The first half of this book was great. It was the kind of great where I had no idea what was going on, but I was interested in finding out. In the battle between questions and answers, questions were dominating. But I was ready for answers to rebound, thinking they'd lose the battle but win the war. I was on board with the no-prisoners-taking heroine and the strong, weeping hero.
And then I started wondering if I was actually going to get any answers.
And then the questions kept winning battles, because when the answers came to fight, they weren't armed with explanations.
I think there is a particular brand of science fiction that I just don't get along with very well. It's the kind that makes good science evil, and lets it take over the entire story. When all of the background information and even the character histories revolve around the futuristic science of the book, I can't deal. I need more than that. I need characters to be people and have relationships, not just experiments whose relationships are defined by their world. I need subtlety and complexity built into every character, in the ways they act and react, in the way they treat others and how they communicate, and in the way they see the world. I need to know without a doubt that in a given situation, this character would not do anything differently. I need a string of affection or hatred or some powerful connective emotion to attach me to a character.
These characters have the strings, ready to tie themselves to me, but they never quite got around to the tying.
As for the plot... well. This book was so bloody and action-packed it's almost like nothing else mattered. Aptly, people drop like flies in The Murder Complex, and our heroine is so busy cracking necks and thrusting (not shooting!) arrows through eyeballs that I think she's trying to distract us from the scatterbrained plot and the fact that all but one of her relationships are one-dimensional and boring. When I wasn't asking myself, "What the flux is going on?" I was asking myself, "And I'm supposed to care about this... why?" Absolutely nothing about this book was subtle. There were no undertones, no characters worming their way into my heart, it was just. constant. ACTION. At one point I was exhausted for Meadow, when I figured it was finally time for her to rest and suddenly her father* wanted to do some training. What did she do? She kept going. Kudos to you, Meadow, but I'm human, and I'm a fan of sleeping after I've been running and fighting and killing all day-- no, all week.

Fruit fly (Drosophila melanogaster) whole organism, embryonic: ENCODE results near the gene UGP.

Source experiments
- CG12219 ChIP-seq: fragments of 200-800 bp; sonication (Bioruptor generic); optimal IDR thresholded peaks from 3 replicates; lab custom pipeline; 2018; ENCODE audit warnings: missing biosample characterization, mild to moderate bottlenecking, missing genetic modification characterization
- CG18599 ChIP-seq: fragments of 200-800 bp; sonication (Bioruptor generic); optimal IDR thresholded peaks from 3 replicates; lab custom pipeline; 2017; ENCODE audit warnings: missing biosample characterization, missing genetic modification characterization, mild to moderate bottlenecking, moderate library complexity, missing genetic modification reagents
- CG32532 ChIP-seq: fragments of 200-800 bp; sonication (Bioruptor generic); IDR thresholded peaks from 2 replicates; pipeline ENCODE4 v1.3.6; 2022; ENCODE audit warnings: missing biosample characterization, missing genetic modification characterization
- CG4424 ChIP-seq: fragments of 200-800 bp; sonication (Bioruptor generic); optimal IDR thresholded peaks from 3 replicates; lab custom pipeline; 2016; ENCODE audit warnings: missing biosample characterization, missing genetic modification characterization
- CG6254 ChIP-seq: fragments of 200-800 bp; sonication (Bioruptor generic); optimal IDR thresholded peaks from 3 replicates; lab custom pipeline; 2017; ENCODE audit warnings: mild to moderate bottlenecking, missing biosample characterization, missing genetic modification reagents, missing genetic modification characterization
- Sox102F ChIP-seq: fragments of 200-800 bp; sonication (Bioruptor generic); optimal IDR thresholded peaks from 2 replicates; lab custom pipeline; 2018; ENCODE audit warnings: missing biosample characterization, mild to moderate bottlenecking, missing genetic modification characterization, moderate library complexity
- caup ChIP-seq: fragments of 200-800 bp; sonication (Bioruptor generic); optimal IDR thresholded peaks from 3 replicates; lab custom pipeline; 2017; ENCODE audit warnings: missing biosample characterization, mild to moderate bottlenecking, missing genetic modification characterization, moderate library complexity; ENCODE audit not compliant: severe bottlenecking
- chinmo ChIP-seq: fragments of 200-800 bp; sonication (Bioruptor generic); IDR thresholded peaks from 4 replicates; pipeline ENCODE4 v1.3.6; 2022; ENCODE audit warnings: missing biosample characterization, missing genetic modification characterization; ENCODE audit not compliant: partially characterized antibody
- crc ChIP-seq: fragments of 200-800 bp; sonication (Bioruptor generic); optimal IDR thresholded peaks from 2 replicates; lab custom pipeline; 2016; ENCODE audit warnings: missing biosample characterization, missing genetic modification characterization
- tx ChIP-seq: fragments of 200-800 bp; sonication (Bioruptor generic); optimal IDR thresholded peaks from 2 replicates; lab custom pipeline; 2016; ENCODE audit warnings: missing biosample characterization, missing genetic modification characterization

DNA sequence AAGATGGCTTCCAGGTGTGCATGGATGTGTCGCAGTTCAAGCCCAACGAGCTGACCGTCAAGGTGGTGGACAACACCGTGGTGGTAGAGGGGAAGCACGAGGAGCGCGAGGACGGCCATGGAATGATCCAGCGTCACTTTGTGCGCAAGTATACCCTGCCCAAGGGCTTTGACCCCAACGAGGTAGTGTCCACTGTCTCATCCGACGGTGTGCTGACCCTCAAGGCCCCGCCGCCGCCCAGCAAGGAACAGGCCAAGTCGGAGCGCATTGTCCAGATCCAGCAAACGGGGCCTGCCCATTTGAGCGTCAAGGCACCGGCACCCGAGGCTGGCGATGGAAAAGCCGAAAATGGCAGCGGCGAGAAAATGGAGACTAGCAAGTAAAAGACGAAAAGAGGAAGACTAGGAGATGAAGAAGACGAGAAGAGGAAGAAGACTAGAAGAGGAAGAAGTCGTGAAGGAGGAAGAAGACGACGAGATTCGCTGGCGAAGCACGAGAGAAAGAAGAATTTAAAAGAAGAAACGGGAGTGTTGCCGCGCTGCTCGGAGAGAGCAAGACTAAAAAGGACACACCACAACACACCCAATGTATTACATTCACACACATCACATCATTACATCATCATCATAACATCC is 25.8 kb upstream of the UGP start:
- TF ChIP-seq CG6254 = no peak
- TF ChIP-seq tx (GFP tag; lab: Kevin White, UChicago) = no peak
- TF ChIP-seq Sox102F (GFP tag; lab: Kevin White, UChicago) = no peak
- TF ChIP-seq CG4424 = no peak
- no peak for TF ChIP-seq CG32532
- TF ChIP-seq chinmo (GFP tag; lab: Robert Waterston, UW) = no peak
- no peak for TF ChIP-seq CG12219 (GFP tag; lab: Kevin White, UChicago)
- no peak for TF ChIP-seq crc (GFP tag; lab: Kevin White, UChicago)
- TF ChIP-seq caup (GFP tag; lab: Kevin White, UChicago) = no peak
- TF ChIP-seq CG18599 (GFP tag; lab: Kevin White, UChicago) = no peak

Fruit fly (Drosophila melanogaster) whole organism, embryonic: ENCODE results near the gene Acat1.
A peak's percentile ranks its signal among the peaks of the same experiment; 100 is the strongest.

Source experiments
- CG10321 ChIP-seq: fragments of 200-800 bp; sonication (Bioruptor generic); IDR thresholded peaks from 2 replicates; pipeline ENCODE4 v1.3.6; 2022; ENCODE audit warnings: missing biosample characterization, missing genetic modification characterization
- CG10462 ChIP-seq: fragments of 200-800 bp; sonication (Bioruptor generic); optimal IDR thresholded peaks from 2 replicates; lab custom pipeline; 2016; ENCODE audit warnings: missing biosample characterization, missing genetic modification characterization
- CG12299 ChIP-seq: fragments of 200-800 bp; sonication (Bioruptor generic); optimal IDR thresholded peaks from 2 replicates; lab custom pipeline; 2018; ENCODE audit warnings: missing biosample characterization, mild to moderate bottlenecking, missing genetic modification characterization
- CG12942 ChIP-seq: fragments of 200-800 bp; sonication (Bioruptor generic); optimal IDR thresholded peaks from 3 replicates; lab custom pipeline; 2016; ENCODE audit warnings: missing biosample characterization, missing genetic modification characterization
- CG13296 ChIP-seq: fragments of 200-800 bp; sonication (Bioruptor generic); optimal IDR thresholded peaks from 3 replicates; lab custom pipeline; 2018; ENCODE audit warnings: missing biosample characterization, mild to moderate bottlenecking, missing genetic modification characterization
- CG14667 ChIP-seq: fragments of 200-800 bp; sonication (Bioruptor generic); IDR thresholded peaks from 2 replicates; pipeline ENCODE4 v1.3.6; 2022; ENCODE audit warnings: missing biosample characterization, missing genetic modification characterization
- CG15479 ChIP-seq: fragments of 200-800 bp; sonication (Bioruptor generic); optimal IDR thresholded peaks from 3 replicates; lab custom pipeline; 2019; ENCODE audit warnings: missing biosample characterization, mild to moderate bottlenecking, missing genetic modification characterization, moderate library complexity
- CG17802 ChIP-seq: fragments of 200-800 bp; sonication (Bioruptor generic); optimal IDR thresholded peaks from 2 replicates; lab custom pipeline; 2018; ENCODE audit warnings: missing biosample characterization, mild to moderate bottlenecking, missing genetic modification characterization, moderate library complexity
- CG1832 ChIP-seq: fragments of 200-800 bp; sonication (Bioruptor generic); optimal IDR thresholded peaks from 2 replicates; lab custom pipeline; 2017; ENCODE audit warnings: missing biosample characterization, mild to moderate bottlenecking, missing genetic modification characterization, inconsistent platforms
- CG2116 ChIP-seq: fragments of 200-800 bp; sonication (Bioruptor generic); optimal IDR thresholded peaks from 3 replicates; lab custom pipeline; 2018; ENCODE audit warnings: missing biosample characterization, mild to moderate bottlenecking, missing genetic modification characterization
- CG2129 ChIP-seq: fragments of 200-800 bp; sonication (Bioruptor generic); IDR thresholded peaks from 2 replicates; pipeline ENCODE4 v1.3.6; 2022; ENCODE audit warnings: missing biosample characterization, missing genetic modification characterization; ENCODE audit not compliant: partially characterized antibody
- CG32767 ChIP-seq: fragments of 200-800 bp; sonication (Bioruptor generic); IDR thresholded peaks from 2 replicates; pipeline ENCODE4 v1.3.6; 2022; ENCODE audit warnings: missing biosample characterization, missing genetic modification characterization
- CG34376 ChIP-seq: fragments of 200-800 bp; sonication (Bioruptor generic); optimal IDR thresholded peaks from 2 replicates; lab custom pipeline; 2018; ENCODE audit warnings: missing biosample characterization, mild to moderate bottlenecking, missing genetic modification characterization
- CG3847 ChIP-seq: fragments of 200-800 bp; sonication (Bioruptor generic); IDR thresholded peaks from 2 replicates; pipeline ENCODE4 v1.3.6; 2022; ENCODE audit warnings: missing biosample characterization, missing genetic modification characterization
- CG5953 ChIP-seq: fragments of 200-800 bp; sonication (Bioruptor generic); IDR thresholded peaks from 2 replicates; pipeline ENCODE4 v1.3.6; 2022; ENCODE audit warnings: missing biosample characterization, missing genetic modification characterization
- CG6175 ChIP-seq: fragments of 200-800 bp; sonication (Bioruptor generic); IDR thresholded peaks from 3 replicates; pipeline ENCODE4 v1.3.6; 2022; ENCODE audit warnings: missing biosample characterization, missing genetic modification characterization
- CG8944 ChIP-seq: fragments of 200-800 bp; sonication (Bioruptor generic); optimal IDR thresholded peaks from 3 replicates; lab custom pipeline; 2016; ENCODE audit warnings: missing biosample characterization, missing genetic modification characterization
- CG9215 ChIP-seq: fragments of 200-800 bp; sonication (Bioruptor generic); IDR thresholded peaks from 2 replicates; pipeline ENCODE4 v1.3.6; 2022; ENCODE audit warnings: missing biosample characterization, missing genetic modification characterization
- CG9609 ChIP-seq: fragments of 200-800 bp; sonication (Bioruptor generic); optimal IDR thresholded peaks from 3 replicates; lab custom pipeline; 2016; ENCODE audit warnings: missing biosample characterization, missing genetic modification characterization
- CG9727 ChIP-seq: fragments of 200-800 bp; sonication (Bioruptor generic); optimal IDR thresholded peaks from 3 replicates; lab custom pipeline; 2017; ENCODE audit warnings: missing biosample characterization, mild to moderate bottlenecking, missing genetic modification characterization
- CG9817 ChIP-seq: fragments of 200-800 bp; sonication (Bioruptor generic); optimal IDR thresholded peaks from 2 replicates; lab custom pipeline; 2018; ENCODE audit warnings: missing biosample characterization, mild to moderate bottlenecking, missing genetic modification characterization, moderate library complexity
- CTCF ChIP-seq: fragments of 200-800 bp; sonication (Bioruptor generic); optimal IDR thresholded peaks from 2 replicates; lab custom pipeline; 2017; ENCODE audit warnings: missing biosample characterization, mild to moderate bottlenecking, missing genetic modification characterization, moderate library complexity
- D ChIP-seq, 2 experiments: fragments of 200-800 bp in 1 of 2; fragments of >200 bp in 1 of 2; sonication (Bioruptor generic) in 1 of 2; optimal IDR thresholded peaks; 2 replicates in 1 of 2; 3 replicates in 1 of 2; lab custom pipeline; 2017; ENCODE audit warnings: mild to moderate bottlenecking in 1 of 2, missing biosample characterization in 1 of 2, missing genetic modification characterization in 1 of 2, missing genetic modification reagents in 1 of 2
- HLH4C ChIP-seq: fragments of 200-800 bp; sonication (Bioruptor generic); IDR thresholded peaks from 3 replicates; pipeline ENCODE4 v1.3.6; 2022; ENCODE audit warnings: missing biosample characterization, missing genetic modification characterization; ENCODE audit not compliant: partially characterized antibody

Basically, there wasn't anything about this book that didn't keep me interested. It was just that there also wasn't anything that kept me caring. It was all action and science and bad guys, and not a whole lot of human moments. And the human moments are kind of why I read in the first place.
*her relationship with her father is the one I mentioned that is not one-dimensional or boring. Her judgment is so clouded that she thinks he doesn't love her because he's always only cared about training her-- but she slowly comes to realize, why does he train her so hard? Because he needs her to survive. Because he can't lose her. He doesn't show affection because he thinks it toughens her up. Brilliant.